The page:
Mon 14 Jan 2019 View all news articles
The average cost of renting a property in the UK rose by 1.5% in the 12 months to December 2018, the latest figures from HomeLet show, but this remains below UK inflation rates, last reported by the Office for National Statistics (ONS) at 2.3%.
HomeLet’s index, which is based on new lets agreed by landlords and agents using its referencing service, reveals that the average rent in the UK is now £921 per calendar month (pcm).
When London is excluded, growth, in percentage terms, dropped to just 0.7% last year with the average rent in the UK - without the capital - now stood at £763pcm.
Average rents in London are now £1,596pcm, up 4.7% on last year – the third consecutive month where the rate of annual growth has been above 4%
Greater London is the region with the largest year-on-year increase in rents since December 2017, while the greatest year-on-year decrease was recorded in the North East, where rents have dropped 4.6% since December 2017.
Martin Totty, chief executive at HomeLet, said: “Positively for both tenants and landlords, this year we’ve seen stability in UK rental price growth, with increases remaining broadly in line with the rate of consumer inflation.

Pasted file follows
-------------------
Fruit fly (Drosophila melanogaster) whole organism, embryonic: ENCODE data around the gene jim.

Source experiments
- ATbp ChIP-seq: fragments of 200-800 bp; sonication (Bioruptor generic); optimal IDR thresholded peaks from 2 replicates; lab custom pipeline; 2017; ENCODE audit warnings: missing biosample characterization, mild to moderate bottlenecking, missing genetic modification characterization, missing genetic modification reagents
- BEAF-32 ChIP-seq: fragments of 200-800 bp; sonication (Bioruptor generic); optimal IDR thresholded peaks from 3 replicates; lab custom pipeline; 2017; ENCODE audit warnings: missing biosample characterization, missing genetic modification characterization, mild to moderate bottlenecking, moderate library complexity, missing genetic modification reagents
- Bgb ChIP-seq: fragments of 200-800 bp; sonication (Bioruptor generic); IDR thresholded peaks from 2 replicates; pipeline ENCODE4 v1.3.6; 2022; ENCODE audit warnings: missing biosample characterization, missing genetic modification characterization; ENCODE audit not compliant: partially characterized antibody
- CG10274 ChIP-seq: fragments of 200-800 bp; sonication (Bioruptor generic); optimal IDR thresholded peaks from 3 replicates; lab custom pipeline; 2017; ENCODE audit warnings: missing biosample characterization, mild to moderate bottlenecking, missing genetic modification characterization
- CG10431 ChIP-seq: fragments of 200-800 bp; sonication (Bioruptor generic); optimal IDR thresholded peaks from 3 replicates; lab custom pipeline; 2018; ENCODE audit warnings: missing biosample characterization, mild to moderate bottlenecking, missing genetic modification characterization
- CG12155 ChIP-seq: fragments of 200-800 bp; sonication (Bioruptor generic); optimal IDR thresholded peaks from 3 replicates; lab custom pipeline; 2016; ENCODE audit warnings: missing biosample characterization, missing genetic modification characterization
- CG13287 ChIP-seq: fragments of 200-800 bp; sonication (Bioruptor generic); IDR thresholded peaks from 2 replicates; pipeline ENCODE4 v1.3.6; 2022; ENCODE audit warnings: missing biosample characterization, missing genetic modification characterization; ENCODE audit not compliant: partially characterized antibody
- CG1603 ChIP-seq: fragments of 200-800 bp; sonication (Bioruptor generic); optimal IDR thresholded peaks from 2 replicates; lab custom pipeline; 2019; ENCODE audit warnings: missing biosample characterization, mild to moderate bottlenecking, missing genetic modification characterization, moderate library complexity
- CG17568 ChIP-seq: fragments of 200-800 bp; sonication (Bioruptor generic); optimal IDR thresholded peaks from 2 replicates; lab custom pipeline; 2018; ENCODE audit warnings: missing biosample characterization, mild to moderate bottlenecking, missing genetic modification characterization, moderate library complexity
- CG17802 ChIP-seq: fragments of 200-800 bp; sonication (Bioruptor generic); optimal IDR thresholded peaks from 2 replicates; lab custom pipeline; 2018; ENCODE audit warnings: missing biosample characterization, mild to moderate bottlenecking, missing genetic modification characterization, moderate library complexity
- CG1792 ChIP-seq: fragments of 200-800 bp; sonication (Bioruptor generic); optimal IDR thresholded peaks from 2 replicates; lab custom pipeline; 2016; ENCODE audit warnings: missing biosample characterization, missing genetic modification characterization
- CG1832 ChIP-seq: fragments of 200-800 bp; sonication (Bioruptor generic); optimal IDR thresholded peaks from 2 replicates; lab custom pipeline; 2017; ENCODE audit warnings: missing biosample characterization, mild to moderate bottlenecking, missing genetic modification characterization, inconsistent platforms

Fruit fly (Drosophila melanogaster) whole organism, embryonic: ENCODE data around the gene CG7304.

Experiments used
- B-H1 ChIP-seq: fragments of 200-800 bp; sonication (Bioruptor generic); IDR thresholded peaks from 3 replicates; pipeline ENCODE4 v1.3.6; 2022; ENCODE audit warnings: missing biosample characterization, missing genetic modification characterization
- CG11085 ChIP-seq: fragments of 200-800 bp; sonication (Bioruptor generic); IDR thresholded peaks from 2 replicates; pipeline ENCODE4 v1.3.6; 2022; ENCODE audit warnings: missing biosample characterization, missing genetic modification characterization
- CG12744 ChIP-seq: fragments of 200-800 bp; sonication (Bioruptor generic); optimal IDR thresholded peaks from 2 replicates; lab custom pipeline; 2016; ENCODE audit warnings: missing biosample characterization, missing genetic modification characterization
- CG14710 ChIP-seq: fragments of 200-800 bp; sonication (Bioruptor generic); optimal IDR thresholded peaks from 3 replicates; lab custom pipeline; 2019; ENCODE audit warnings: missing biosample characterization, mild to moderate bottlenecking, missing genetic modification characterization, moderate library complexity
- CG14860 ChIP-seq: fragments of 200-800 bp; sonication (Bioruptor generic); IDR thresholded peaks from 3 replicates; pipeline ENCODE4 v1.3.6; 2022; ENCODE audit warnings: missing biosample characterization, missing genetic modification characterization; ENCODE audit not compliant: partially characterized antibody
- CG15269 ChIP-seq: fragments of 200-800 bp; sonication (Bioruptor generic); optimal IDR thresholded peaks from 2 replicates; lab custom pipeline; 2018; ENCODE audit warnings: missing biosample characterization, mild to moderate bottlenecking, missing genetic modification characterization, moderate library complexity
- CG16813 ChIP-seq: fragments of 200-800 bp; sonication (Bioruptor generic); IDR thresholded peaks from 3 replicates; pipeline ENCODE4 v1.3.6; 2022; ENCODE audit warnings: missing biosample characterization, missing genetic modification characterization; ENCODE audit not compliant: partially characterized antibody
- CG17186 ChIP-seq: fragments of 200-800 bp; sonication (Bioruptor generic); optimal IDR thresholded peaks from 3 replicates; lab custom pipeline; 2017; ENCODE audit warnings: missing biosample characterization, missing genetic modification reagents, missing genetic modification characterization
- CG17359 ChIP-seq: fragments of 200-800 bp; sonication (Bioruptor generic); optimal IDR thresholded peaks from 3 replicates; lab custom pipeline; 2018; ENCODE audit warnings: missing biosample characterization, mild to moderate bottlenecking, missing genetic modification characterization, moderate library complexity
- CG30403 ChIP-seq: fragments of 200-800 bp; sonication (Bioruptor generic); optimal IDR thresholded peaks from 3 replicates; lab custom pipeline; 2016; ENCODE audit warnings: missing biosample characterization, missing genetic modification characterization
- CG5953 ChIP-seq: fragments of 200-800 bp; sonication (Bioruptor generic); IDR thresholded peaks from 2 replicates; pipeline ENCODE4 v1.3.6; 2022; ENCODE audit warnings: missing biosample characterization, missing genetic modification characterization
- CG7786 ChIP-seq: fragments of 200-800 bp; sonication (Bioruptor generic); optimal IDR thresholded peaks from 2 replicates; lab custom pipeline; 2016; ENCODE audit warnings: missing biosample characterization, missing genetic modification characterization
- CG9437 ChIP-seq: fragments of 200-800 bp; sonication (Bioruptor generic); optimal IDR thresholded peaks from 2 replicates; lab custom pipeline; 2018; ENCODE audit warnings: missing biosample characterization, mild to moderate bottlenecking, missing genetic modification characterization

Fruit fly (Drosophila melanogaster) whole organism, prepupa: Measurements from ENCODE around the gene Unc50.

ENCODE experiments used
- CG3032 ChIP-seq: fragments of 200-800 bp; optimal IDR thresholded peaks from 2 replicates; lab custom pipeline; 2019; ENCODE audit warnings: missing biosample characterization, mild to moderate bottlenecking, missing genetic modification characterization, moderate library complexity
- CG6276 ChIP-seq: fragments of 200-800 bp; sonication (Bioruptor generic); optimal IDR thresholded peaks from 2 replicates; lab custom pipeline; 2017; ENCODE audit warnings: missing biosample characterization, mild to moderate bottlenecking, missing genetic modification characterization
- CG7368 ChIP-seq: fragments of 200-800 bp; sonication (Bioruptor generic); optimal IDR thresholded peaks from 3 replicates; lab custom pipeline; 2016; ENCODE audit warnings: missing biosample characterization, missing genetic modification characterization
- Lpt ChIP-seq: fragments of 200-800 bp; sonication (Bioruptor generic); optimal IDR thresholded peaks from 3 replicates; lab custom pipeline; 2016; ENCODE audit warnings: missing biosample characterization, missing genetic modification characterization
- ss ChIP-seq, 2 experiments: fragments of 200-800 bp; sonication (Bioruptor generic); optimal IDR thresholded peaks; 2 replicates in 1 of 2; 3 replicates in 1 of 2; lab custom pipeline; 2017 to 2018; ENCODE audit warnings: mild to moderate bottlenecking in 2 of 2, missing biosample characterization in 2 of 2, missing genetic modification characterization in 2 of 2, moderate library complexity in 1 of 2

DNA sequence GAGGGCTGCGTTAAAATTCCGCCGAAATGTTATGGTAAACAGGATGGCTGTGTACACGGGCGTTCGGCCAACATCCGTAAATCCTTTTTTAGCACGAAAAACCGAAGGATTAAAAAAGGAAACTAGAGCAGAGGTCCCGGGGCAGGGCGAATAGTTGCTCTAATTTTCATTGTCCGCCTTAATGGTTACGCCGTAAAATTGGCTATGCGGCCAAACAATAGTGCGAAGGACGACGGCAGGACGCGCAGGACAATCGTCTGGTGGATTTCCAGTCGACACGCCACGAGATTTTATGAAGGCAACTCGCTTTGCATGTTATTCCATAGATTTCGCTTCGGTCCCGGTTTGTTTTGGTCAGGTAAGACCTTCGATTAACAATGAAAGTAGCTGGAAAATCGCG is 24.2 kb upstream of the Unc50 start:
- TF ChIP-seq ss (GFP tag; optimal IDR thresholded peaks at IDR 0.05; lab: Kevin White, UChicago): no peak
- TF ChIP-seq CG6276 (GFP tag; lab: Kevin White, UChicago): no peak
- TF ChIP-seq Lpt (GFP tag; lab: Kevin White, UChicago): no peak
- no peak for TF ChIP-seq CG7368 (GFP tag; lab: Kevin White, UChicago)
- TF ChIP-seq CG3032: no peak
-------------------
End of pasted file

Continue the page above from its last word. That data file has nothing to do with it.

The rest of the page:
“For landlords there remains a sustained demand for property, with the private rental sector continuing to provide the market with both flexible and long term housing options.”
The December Nationwide House Price Index reports that house price growth slowed to 0.5% in 2018, down from 2.6% in 2017, and this i having an impact on the PRS.
Totty continued: “The slowdown in the rate of house price growth, as reported by the Nationwide House Price Index is being driven by the depressed London market, which saw house prices decline by 0.8% during the last four months of 2018.
“In contrast, we have seen average rental values in the capital rise by over 4% in the latter stages of the year. Ultimately, we would expect this theme to continue in London, if the demand for property outweighs supply.”
Commenting on the outlook for 2019, he further stated: “Private residential landlords will continue to play a key role in the wider UK housing market. Whilst the outlook for property investors remains positive, one of the key concerns for the market in 2019 would be a potential lack of supply in certain regions.
“The government’s squeeze on private landlords via taxation changes and more regulation could discourage their continued participation in this important sector. Unlike the trends we saw in 2018, any reduction in supply could lead to rental increases that are above the rate of consumer inflation.
“The data used in the HomeLet Rental Index provides us with a forward-looking view of the rental market, so it will be interesting to see how this theme develops in early 2019.”
Source: Landlord Today
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